Probably we need to look at our traditional and religious perspectives to understand the outcomes of these modern-day studies which emphasise gender-specific roles. Because according to contemporary researchers such as Petra Boehnke from the University of Hamburg Germany, religiosity is positively related to life satisfaction. On the other hand, according to researchers such as Kei Nomaguchi from Bowling Green State University Ohio and her colleagues, working mothers, and children exacerbate perceptions of time deficits leading to dissatisfaction.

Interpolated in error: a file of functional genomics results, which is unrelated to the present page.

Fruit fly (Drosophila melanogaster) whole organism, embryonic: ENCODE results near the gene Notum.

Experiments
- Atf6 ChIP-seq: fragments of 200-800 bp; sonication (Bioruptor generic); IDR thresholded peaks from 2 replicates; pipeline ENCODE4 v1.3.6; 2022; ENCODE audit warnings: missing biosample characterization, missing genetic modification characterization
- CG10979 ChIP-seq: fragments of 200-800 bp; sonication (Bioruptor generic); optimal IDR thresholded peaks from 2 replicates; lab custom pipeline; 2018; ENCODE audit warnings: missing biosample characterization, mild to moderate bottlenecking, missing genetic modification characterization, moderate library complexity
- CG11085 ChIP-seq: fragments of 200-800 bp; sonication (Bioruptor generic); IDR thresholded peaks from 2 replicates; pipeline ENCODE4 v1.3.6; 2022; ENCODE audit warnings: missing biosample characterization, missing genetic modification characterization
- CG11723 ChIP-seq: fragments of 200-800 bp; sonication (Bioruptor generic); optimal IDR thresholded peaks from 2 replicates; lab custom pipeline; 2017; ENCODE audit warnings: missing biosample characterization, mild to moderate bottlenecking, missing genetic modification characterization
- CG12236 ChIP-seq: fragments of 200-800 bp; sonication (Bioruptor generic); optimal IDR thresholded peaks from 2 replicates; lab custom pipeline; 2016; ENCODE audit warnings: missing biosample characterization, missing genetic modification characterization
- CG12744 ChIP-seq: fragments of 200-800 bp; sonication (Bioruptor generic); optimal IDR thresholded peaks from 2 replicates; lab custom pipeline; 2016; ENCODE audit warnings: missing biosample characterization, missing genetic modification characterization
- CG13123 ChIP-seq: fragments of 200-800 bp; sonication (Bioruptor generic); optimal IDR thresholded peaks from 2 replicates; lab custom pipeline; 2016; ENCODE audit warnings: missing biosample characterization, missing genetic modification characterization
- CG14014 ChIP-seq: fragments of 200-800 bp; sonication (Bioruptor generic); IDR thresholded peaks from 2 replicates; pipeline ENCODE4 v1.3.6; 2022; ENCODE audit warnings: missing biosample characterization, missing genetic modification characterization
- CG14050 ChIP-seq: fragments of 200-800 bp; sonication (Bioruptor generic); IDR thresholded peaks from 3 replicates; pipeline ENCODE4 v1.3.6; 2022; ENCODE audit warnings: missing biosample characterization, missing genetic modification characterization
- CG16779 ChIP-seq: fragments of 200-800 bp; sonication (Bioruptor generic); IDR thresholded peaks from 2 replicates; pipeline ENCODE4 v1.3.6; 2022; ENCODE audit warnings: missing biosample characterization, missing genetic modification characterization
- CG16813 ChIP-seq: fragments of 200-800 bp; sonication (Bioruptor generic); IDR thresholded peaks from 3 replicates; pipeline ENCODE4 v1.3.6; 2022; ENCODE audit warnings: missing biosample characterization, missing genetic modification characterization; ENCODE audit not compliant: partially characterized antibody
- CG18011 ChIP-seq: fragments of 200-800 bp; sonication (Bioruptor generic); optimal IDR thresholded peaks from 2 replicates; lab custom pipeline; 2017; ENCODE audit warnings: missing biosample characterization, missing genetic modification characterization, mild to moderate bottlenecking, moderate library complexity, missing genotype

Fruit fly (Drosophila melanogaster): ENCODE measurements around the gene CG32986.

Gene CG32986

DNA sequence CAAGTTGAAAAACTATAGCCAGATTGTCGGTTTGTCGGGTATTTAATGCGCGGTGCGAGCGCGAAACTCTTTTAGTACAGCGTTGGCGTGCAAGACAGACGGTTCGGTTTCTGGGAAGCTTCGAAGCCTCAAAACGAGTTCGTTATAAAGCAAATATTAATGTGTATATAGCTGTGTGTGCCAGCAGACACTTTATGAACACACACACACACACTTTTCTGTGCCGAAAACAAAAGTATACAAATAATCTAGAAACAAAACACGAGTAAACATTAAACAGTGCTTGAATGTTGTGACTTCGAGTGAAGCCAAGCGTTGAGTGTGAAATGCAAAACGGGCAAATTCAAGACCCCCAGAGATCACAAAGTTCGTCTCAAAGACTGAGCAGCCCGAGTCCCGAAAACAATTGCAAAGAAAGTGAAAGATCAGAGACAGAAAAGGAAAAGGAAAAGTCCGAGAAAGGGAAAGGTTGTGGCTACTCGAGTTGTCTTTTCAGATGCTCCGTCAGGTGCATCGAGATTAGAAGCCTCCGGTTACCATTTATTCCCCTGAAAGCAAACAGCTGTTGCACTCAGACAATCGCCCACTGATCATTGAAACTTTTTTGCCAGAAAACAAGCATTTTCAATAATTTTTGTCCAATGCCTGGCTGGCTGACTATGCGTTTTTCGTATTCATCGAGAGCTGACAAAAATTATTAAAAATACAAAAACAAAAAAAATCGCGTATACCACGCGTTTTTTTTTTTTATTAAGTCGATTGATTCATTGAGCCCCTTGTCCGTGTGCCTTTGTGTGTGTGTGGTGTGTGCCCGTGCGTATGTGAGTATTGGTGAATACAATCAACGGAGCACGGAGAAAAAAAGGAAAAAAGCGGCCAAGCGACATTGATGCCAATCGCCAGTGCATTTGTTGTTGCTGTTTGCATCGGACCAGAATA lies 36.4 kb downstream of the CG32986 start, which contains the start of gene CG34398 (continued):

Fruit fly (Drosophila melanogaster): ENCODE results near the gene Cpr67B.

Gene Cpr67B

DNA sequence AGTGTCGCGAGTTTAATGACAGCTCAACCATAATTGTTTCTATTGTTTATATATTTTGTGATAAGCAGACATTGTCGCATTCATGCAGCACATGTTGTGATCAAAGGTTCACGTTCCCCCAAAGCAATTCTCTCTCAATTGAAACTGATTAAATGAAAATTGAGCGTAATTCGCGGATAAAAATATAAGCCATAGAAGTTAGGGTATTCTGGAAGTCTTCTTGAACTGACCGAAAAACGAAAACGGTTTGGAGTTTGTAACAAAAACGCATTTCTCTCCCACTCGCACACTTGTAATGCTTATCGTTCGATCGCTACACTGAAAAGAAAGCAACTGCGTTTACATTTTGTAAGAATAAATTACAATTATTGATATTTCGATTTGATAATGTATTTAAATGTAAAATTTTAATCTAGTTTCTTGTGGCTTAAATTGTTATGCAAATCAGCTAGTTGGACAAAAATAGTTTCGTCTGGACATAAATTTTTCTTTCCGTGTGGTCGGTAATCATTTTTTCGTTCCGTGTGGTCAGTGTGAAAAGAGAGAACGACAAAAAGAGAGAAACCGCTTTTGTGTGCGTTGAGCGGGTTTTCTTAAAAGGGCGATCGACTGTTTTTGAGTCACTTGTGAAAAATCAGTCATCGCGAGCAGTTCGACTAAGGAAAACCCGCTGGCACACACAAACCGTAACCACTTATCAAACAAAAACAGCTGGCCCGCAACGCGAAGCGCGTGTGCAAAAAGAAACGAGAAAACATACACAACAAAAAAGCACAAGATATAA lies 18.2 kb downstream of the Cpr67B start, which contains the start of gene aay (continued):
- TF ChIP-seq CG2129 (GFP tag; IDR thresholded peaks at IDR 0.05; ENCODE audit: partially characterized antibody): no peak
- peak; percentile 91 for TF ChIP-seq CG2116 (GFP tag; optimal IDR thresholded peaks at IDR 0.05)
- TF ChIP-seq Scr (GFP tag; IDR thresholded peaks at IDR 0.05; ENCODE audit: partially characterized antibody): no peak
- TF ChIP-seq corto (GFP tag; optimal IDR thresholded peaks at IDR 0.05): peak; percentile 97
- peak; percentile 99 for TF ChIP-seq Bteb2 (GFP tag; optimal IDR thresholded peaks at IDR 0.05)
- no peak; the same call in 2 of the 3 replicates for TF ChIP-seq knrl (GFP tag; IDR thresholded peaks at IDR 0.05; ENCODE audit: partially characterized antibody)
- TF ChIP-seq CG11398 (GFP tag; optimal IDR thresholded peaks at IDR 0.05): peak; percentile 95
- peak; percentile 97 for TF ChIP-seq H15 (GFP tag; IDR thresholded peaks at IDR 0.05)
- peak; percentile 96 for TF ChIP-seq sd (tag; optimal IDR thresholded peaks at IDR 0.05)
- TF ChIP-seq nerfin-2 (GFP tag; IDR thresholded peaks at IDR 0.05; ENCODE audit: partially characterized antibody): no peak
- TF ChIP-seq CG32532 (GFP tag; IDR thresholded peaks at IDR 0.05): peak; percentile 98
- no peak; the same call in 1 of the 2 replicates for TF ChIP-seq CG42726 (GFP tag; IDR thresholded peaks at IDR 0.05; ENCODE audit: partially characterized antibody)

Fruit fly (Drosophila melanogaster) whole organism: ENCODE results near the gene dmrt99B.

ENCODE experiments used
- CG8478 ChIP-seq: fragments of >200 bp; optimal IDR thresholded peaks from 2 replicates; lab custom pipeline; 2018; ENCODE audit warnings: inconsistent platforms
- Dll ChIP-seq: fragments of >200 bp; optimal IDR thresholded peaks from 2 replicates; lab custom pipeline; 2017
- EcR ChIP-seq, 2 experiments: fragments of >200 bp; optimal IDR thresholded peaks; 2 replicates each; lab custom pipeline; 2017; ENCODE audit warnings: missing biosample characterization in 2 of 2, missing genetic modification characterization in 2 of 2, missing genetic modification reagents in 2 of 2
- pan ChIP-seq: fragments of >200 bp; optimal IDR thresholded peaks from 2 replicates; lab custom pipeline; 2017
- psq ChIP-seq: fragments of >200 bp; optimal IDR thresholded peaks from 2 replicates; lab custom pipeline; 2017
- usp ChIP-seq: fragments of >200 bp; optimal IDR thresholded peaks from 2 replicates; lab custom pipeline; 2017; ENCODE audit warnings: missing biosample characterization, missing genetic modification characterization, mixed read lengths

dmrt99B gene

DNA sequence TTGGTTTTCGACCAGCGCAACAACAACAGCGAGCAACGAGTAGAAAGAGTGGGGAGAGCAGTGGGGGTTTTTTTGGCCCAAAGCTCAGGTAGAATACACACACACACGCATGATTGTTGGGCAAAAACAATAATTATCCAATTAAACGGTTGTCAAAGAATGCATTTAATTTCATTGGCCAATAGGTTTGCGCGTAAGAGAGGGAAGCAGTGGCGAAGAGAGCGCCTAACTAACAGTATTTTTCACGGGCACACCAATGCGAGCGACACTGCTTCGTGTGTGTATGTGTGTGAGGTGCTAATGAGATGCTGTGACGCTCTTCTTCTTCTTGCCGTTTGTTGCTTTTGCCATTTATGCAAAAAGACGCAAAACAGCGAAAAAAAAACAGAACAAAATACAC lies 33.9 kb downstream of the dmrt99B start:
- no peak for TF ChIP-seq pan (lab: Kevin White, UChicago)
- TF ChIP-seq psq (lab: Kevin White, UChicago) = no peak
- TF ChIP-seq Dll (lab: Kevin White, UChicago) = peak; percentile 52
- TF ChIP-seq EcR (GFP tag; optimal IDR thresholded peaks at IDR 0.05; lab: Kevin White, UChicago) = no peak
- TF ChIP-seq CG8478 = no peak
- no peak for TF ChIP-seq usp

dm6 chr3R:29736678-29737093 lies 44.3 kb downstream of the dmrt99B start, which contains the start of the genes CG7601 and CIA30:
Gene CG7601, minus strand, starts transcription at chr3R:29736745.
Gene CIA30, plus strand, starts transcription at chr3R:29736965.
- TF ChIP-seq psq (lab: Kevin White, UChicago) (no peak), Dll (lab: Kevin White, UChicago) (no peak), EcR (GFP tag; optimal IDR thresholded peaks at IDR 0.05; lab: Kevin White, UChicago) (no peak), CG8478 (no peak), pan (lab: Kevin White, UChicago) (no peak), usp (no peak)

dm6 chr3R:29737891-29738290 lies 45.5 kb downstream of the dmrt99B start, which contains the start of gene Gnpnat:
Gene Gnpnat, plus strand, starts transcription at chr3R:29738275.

Happiness is a complex phenomenon; we can’t categorically conclude that homemaking is the only factor that guarantees happiness. However, overemphasis and exceptional campaigning under the umbrella of liberalism can’t promise satisfaction for women. We need to remain pragmatic while considering alternatives to determine appropriate choices in life. A balanced and rational analysis of situations linked with ground realities can help married couples negotiate gender roles for a happy and peaceful life. In my opinion, it is a little too much to demand equal participation in the economic realm from women when they are already contributing significantly and probably more than equal share to mankind by raising families and managing domestic lives. Now we have started understanding that doing jobs besides childbearing and domestic responsibilities is actually a kind of exploitation, not liberation. We need to remain just and recognise that women should be allowed and facilitated to perform their gender-specific roles conveniently without any coercion to contribute to the earning of a family.